Crain’s Discusses Russian Threats to McDonald’s Trademarks with Josh Gerben

Recently, several Russian trademark applications have been filed using McDonald’s name and branding and it’s likely just the beginning.

Crain’s discussed the new trademarks filings and their potential affect on Western companies with Josh Gerben.

“I would anticipate we’re probably going to see more of it,” said Josh Gerben, who has been following the applications, and working with a Ukrainian lawyer to translate the filings.

An application was also filed for “Starbucks,” Gerben said. Like McDonald’s, Starbucks temporarily closed its stores in Russia.

The filings come after a statement by Russia’s Ministry of Economic Development earlier this month, stating that it was considering lifting restrictions on trademarks for companies that had stopped doing business there. It also essentially legalized patent theft from parties affiliated with “unfriendly” countries.

“The trademark applications are people trying to jump on intellectual property that Russia has indicated may no longer be valid in the country,” Gerben said. “The trademarks are only good as long as the government says they are and as long as the courts say they are.”

If someone owned a trademark for “McDonald’s,” they could theoretically open a restaurant and sell “Big Macs” but it would not be the same food. This could confuse consumers and weaken the McDonald’s brand. However, if the Russians were to reopen a McDonald’s location as an Uncle Vanya’s, that might not be as damaging to the company’s brand, Gerben said. In that scenario, it is clear to consumers that McDonald’s is no longer operating that restaurant.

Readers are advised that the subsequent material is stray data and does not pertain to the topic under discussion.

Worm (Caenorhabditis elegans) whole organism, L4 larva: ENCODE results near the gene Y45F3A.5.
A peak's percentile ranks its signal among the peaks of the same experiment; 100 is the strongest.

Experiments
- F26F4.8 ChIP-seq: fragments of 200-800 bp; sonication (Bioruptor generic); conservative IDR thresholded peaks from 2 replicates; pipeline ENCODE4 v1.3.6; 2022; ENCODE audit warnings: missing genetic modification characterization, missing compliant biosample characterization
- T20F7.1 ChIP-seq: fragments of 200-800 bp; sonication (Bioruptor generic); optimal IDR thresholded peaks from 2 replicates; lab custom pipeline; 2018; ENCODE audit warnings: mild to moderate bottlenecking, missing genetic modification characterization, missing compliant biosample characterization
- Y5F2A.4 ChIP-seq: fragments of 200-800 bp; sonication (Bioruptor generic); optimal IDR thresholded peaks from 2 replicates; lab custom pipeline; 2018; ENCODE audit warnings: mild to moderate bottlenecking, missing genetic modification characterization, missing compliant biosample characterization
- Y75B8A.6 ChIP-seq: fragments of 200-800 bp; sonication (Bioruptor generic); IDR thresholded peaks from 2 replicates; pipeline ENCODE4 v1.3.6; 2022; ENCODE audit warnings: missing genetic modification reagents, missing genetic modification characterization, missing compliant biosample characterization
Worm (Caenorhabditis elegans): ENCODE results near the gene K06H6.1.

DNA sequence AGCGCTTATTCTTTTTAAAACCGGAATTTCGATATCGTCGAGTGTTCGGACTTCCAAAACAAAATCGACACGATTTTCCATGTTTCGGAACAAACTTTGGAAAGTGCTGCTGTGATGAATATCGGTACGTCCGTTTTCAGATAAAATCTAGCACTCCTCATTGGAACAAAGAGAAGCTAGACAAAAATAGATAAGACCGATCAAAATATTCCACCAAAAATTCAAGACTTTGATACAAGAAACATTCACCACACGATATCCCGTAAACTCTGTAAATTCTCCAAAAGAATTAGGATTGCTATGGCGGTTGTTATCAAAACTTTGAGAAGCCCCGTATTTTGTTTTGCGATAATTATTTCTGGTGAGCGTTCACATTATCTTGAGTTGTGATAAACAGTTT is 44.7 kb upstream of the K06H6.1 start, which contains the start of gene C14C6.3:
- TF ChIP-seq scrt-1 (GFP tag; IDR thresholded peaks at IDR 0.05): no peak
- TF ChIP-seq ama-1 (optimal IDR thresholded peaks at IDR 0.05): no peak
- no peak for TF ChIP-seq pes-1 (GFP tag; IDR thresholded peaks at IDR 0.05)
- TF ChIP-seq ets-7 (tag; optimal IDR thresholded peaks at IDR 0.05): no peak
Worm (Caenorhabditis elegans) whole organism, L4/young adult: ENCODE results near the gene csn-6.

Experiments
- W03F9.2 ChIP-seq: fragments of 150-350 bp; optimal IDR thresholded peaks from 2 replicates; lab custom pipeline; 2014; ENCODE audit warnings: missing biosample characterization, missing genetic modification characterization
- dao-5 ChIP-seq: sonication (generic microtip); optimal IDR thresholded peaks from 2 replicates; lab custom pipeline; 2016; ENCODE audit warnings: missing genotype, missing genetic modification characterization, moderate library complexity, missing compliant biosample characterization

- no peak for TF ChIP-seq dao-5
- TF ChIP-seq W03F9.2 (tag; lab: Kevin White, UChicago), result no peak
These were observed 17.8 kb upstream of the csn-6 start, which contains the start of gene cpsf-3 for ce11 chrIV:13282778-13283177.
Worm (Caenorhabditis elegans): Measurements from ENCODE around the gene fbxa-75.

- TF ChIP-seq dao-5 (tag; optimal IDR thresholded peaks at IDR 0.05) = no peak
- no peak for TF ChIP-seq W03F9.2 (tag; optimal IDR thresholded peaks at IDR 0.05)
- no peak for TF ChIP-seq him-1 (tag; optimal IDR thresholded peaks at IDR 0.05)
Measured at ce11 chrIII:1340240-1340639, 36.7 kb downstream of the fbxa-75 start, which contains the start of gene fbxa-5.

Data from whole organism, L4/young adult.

Still, it’s a dangerous precedent that could hinder McDonald’s ability to regain control of these locations. It could also lead to the McDonald’s ceasing operations in the country forever, if the country has no regard for it’s brand.

“You just never know when your restaurants are going to get seized and run by the government,” Gerben said.

Source: Marotti, Ally. “Uncle Vanya isn’t the only threat to Russian McDonald’s.” 17 March 2022.

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